Few megachurches have been exceptionally large for longer than the tenure of their current minister.  Evidence suggests, however, that these churches can remain vital following a shift in leadership from the founder to his successor.  Although some researchers argue the era of megachurch proliferation is drawing to a close, the total number has increased from 350 in 1990 to over 600 in 2000 and there are now nearly 1600 megachurches in the US.  It seems clear that reports of the demise of the megachurch are greatly exaggerated.

To see a more extensive description of the megachurch phenomena read the book Beyond Megachurch Myths by Scott Thumma and Dave Travis. You might also want to read "A New Decade of Megachurches: 2011 Profile of Large Attendance Churches in the United States," "Megachurches Today 2008 - Changes in American Megachurches," "Megachurches Today 2005" research summary or examine the survey data collected from a study of 153 megachurches in 2000. Additionally Scott Thumma's Exploring the Megachurch Phenomenon: their characteristics and cultural context offers a general introduction to the phenomenon.

Very Large Catholic Churches - why aren't they megachurches?

At this time the Institute only focuses its research on Protestant megachurches.

There are many very large catholic churches and if we extended our interest in megachurches from just the Protestant megachurches to very large Catholic congregations with attendance over 2000 on average weekly we would add roughly 3000 additional Catholic churches to the 1200 or so that are over 2000 in attendance. 

There are several reasons we have chosen not to include Catholic churches:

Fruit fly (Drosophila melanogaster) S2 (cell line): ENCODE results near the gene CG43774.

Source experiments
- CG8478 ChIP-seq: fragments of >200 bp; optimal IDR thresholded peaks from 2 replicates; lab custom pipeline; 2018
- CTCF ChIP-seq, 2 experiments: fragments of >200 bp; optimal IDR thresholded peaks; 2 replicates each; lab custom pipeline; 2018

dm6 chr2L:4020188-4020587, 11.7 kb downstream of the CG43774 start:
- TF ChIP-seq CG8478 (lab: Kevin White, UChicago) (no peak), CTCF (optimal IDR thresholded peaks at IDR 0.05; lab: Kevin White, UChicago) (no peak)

First, we do not solely use the 2000 in attendance figure as the only characteristic to define a mega - rather it is a host of characteristics that create a distinctive worship style and congregational dynamic.  Our studies and readings of worship and the congregational life of Catholic Churches has not convinced us that most very large catholic churches really function like the Protestant megachurches.  There are a few that we have come across that do, but most don't have strong charismatic senior ministers, many associate pastors, large staff, robust congregational identity that empowers 100's to 1000's of weekly volunteers, an identity that draws people from a very large area (sometimes an hour or more) and across parish boundaries, a multitude of programs and ministries organized and maintained by members, high levels of commitment and giving by members, seven-day-a-week activities at the church, contemporary worship, state of the art sound and projection systems, auxiliary support systems such as bookstores, coffee shops, etc. huge campuses of 30-100 acres, and other common megachurch characteristics.
 
The US Congregations Study (large national study from a few years ago) had a number of very large catholic churches in it and when compared to the few protestant megachurches in that study - the results looked very different... they don't seem to have the same internal dynamics at all.
 
Second, when we did try to get lists of churches with attendance figures from many dioceses to confirm attendance numbers, we met with no success. 
 
Third, Scott Thumma, the person researching megachurches at the Institute, is not an expert on Catholicism so he has avoided including them in his work. Therefore, the discussion of the Megachurch phenomenon thus far on this site has been limited to Protestant churches.
 

Click to buy the book

If you are interested in megachurches, you might find this 2007 book
co-authored by Hartford Institute professor, Scott Thumma, interesting.